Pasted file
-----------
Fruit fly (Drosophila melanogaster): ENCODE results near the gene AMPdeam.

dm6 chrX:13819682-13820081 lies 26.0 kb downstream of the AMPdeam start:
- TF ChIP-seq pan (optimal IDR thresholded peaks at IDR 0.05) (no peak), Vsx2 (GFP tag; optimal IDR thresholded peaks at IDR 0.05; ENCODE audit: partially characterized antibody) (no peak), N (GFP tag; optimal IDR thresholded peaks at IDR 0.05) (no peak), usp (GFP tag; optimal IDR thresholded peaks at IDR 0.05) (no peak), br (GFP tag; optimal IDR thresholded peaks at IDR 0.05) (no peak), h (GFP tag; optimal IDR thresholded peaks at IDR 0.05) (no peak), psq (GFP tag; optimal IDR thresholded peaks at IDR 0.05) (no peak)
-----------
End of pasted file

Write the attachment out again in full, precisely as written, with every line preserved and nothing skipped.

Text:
Fruit fly (Drosophila melanogaster): ENCODE results near the gene AMPdeam.

dm6 chrX:13819682-13820081 lies 26.0 kb downstream of the AMPdeam start:
- TF ChIP-seq pan (optimal IDR thresholded peaks at IDR 0.05) (no peak), Vsx2 (GFP tag; optimal IDR thresholded peaks at IDR 0.05; ENCODE audit: partially characterized antibody) (no peak), N (GFP tag; optimal IDR thresholded peaks at IDR 0.05) (no peak), usp (GFP tag; optimal IDR thresholded peaks at IDR 0.05) (no peak), br (GFP tag; optimal IDR thresholded peaks at IDR 0.05) (no peak), h (GFP tag; optimal IDR thresholded peaks at IDR 0.05) (no peak), psq (GFP tag; optimal IDR thresholded peaks at IDR 0.05) (no peak)